Why Serena Williams Must Discover On-Court Maturity

Michael DixonAnalyst IIISeptember 14, 2011

NEW YORK, NY - SEPTEMBER 11:  Serena Williams of the United States questions the call of chair umpire Eva Asderakia (not pictured) while playing against Samantha Stosur of Australia during the Women's Singles Final on Day Fourteen of the 2011 US Open at the USTA Billie Jean King National Tennis Center on September 11, 2011 in the Flushing neighborhood of the Queens borough of New York City.  (Photo by Al Bello/Getty Images)
Al Bello/Getty Images

At some point, this has to stop. Serena Williams can't spend so much time and energy complaining to the officials when she loses a match.

To be fair, she hasn't literally thrown fits in all matches, or all losses, but it's becoming something that she is known for. These on-court outbursts are becoming too much a part of Serena's identity.

When you think about John McEnroe, do you think about his stellar play, his announcing or his outbursts? Now that his career is over, the outbursts are what get all of the attention.

Is that fair? Not necessarily, but it's an image that he created for himself.

Whether Williams was right or wrong in her disagreement of the call is irrelevant. If she genuinely felt that the referee was cheating to keep her down, this would all be understandable. But the fact is that, while the call was close, it wasn't that bad. Serena's scream came right as Samantha Stosur was getting to the ball.

At the very worst, it was a close call that didn't need to be made but was. Those are frustrating, but they do happen. It's okay to be upset at first, but Williams wouldn't let it go and hurled personal outbursts at the official throughout the rest of the match. That's where all of this criticism is coming from.

Today, Williams said this via her Twitter Page:

"My emotions did get the best of me this past weekend when I disagreed with the umpire."

In all honesty, she could have said more, but this is acceptable. But saying you're sorry two days after is one thing. The test for Serena will be how she acts the next time she's on the court, in a tough match, and gets a bad call going against her.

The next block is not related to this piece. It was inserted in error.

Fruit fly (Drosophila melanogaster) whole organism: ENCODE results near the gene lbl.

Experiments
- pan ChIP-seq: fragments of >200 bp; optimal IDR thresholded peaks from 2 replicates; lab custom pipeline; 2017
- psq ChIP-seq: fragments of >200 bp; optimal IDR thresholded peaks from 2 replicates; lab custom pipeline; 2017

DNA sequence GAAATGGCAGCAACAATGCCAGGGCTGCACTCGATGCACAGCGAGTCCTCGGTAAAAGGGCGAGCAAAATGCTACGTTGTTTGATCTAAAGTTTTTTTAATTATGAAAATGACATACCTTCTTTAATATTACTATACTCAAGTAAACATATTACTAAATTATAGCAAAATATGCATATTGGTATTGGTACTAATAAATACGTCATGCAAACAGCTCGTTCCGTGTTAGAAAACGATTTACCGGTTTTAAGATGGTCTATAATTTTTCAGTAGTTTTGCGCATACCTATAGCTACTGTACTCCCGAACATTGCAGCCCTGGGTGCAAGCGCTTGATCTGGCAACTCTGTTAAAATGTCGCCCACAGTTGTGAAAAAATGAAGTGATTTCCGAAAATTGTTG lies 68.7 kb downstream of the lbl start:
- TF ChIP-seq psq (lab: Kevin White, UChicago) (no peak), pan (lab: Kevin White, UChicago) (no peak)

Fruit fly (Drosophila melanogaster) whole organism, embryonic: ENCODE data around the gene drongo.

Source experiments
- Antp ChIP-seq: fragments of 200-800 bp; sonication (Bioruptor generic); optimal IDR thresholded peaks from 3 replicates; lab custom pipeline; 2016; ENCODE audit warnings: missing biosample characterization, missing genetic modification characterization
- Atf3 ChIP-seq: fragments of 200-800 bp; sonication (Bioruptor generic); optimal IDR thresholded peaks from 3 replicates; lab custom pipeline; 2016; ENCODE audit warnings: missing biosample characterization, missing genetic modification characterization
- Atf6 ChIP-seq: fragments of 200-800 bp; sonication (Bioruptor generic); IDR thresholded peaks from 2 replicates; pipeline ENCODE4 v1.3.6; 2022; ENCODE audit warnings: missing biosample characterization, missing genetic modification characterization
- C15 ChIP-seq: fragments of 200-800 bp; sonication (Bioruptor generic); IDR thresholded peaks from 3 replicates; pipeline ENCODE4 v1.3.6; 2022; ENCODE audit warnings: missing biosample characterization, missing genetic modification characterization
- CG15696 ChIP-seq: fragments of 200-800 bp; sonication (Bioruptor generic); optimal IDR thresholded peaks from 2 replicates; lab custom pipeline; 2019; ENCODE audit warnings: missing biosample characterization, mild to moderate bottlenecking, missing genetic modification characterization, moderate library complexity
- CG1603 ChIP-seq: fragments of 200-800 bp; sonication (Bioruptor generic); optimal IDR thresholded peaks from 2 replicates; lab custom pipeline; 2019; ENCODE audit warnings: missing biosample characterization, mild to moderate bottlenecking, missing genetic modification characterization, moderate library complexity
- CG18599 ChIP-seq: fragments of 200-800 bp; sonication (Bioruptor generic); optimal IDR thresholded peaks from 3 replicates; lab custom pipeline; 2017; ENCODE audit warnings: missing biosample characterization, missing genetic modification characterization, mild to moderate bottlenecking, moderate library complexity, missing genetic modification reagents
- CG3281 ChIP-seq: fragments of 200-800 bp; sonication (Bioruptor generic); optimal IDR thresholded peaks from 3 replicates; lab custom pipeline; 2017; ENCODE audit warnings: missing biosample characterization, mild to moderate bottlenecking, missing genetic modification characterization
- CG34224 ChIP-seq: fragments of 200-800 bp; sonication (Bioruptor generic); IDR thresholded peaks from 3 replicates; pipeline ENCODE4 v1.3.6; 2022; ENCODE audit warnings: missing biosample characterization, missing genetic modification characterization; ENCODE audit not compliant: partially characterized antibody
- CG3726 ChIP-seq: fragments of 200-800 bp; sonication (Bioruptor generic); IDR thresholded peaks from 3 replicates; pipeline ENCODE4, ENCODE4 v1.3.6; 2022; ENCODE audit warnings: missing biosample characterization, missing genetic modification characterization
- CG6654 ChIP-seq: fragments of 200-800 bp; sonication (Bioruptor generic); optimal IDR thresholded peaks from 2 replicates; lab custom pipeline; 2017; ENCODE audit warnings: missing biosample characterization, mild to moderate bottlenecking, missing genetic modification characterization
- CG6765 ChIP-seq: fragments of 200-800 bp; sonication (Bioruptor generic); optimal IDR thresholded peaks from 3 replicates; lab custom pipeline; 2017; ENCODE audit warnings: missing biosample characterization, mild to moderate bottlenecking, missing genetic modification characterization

How will Williams react when she's in the heat of battle? Nothing she says now is relevant until we see that.

Here's the problem with these outbursts: What's implied when they are done is that the official is the only reason I am losing this match.

To be fair, Williams didn't say that. Actually, in her post-match press conference, she was quite complimentary towards Stosur. Still, on the court, the perception is that it's nothing but whining.

Williams and her sister Venus have both done a lot for women's tennis and tennis in general. From just about every perspective, their impact on the game has been immeasurable and they should be commended for it.

But if these outbursts continue, the positives will only be part of what we remember. For the sake of her own legacy, Serena needs to take steps to ensure that these outbursts never happen again.

Forget about the shots at the official for a second. If Serena can’t contain her anger better, she is doing herself and her legacy a great injustice.

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